Petite, under her breath, almost unconsciously, says
"That would make it a false allama, then, I guess."
For some reason I seem to be producing a lot of static electricity at the moment. Things that don't normally zap me are zapping me.
Plastic things are zapping me. Grass...
I'm at a loss to know what's brought this about.
I had a haircut* last week- could this possibly be the cause?
(the image is not a literal portait of my hair. Although I quite like it.)
A weekend, some things A balanced weekend? In someways, yes, probably, although I did have to spend the day at work yesterday (and anyone who may doubt my true grumpiness would not have doubted it had they seen me yesterday.
Caught up with Fi, visiting from Hong Kong on Friday night, which was very interesting. They are enjoying Hong Kong a lot and I am filled with desire to go over there, if for no other reason than to see the escalators that travel up the side of one of the hills. Apparently people catch these to work- such a great idea. I was intrigued to hear that there are signs up around the escalators fobidding photographs. I have subsequently spent a considerable amount of time pondering why this would be. Are they the latest in escalatorial technology and the gov't does not want the secret to get out? My current thinking is that tourists used to mill around the base of the escalators, posing for photos and hindering the flow of people on their way to work.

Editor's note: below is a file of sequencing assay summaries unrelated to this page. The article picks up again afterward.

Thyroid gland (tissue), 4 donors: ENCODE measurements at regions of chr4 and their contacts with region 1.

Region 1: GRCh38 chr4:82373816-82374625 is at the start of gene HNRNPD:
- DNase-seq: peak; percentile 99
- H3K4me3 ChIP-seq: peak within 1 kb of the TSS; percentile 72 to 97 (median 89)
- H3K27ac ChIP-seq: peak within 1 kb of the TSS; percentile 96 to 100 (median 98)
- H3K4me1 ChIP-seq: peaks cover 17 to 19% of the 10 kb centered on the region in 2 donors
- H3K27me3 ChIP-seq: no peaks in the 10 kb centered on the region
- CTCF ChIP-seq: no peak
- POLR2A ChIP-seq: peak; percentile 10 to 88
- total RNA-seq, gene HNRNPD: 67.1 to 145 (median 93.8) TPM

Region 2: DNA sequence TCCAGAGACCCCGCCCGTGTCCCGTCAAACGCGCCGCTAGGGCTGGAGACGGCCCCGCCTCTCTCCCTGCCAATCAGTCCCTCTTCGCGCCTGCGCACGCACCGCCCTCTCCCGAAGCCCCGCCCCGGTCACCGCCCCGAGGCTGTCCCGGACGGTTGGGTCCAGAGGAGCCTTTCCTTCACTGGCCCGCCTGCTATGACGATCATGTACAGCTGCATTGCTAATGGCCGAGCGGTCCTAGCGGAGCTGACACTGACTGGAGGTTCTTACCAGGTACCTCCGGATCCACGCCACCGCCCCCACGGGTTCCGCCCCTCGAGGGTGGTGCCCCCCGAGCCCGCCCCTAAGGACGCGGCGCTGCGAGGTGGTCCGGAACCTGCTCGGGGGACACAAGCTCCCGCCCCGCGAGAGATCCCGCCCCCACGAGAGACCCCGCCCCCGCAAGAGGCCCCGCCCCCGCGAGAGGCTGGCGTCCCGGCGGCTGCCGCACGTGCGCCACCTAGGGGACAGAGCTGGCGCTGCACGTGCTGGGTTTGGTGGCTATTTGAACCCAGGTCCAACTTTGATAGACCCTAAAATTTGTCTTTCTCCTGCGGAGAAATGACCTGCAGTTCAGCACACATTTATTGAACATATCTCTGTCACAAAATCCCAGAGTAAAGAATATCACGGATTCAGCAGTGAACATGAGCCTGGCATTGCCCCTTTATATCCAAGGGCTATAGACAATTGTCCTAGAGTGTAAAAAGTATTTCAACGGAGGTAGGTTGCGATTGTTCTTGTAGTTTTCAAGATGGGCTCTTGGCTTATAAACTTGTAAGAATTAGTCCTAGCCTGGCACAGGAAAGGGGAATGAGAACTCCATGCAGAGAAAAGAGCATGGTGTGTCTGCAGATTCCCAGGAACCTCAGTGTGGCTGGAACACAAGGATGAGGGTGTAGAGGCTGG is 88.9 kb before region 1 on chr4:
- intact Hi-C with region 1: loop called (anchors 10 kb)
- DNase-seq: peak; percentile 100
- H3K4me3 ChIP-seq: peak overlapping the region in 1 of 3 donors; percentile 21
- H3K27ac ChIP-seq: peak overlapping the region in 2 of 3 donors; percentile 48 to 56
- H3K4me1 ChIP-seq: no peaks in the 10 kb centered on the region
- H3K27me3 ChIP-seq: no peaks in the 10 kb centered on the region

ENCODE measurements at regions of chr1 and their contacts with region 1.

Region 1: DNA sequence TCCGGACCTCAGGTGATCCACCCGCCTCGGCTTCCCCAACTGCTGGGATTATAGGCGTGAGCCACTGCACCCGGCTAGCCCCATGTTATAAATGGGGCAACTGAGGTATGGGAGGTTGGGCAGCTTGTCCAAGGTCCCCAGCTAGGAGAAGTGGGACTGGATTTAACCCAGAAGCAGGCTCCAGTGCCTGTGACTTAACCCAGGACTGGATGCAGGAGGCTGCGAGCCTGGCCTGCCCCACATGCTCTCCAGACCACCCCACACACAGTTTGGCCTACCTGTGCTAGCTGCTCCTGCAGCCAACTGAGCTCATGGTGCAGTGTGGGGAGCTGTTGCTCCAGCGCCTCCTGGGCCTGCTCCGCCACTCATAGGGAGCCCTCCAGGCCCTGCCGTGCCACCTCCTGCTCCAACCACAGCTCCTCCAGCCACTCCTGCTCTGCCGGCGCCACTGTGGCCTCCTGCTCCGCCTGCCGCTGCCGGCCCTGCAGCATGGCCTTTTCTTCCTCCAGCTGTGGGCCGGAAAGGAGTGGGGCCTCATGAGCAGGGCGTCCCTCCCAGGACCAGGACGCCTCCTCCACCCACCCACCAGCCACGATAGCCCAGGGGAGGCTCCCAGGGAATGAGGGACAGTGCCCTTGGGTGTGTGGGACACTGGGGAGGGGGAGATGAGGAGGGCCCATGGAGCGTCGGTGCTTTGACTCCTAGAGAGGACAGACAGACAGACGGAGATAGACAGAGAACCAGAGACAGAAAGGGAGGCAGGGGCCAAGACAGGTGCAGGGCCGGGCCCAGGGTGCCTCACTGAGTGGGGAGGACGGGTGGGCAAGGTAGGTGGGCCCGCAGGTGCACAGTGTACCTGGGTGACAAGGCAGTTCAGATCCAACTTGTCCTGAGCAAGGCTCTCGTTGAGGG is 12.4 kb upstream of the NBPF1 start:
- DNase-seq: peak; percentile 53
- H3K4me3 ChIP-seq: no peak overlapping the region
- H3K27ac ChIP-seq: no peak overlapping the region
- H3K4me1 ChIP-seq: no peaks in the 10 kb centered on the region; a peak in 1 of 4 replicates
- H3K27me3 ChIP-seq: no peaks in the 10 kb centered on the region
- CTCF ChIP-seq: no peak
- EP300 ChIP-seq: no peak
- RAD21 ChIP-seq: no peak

Then went with Petite to see Cowboy Beebop in the Japanime film festival. It was good, but I was very very tired and my concentration started to wane by the end.
Went shopping with Petite on Saturday morning. She is an amazing shopper. In and out, yes to this, no that, no lingering or pondering. I was impressed. I always buy much more stuff when I'm with her than when I'm on my own.
Did some homework.
Went to see another Japanime flick on Saturday with the bookclub sisters (and one of the bookclub sister's beau.) It was called The Adolescence of Utena and it was very very strange. At the end one of the main characters turns into a car and then back again. Utena and her love interest, The Rose bride, end up rocketing along a highway, naked and entwined on a sort of high tech billie cart, happily heading towards their future. We came out of the cinema, still slightly bewildered. "What a strange ending, with them on that trolley" someone said. "Ah yes, the lesbian luge" said the bookclub beau.